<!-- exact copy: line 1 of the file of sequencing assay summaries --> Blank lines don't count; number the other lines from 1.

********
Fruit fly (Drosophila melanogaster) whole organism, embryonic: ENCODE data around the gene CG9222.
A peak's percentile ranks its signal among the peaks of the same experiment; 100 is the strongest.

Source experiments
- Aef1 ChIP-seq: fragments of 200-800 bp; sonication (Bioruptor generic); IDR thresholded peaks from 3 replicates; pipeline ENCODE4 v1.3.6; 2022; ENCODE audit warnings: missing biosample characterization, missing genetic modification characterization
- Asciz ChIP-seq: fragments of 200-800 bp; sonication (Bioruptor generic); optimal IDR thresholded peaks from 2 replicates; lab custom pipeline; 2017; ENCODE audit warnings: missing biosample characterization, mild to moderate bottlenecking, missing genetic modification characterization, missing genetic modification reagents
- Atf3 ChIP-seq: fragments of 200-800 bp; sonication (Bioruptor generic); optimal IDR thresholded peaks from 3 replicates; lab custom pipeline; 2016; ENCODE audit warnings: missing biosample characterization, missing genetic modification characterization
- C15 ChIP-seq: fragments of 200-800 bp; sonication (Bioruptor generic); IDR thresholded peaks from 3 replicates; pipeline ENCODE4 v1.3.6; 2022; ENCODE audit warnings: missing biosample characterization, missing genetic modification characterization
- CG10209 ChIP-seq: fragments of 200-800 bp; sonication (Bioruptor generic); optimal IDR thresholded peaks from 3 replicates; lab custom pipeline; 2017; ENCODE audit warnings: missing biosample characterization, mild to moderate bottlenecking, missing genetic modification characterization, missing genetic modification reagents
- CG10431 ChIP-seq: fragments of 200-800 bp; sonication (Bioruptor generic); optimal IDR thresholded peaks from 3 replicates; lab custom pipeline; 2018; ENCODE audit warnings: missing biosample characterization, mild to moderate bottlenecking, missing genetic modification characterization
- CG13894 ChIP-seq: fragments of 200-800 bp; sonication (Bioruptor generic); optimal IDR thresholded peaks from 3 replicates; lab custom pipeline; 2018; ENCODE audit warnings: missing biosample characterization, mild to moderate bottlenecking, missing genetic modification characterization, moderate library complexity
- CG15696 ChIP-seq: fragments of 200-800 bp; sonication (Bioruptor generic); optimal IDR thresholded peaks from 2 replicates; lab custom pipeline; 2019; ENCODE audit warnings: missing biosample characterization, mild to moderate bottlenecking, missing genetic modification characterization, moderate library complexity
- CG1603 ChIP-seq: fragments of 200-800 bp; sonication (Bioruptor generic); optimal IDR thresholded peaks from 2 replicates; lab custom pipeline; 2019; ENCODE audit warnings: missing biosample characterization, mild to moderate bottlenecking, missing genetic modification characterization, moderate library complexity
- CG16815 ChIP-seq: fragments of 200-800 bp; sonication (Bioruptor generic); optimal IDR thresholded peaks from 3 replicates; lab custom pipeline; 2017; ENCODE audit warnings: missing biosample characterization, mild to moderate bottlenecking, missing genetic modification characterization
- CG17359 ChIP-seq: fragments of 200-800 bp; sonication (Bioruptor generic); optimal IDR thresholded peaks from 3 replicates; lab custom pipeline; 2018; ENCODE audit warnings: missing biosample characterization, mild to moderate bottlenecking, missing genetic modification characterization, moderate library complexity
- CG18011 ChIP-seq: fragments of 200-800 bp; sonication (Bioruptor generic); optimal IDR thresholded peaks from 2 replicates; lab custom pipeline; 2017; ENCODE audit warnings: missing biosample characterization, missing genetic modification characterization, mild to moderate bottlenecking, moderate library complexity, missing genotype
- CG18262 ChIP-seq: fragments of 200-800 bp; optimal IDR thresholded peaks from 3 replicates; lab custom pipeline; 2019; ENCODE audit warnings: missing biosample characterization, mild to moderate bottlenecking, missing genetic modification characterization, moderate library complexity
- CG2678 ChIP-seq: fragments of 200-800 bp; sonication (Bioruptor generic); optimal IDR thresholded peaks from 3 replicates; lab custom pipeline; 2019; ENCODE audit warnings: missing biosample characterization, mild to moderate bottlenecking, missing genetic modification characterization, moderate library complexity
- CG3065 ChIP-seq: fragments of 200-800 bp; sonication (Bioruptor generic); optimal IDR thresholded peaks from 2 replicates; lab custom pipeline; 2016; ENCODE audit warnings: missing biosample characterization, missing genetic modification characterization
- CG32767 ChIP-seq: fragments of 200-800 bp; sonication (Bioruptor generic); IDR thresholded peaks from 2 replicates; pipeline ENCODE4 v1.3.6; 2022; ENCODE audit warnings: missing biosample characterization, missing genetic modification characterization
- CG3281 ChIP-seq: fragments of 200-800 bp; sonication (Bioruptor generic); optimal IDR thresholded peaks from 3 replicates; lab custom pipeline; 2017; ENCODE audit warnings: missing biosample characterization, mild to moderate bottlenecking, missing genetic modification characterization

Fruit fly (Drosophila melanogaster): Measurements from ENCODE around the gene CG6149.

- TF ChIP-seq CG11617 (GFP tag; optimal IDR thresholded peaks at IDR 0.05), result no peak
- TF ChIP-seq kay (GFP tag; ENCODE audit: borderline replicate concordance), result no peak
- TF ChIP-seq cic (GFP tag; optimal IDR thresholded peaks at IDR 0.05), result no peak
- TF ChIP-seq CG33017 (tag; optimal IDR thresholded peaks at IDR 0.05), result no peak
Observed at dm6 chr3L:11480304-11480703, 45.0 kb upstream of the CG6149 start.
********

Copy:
Fruit fly (Drosophila melanogaster) whole organism, embryonic: ENCODE data around the gene CG9222.